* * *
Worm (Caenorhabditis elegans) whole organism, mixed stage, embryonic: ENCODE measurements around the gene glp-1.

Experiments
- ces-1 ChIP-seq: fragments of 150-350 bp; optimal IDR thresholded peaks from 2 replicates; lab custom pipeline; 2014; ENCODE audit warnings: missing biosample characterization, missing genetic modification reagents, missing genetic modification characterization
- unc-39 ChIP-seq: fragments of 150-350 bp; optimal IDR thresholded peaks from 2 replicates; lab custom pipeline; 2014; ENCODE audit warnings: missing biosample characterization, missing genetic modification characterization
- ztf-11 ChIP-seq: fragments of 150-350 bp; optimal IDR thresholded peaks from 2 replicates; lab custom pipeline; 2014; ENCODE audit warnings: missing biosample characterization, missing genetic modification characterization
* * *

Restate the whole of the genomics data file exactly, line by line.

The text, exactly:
Worm (Caenorhabditis elegans) whole organism, mixed stage, embryonic: ENCODE measurements around the gene glp-1.

Experiments
- ces-1 ChIP-seq: fragments of 150-350 bp; optimal IDR thresholded peaks from 2 replicates; lab custom pipeline; 2014; ENCODE audit warnings: missing biosample characterization, missing genetic modification reagents, missing genetic modification characterization
- unc-39 ChIP-seq: fragments of 150-350 bp; optimal IDR thresholded peaks from 2 replicates; lab custom pipeline; 2014; ENCODE audit warnings: missing biosample characterization, missing genetic modification characterization
- ztf-11 ChIP-seq: fragments of 150-350 bp; optimal IDR thresholded peaks from 2 replicates; lab custom pipeline; 2014; ENCODE audit warnings: missing biosample characterization, missing genetic modification characterization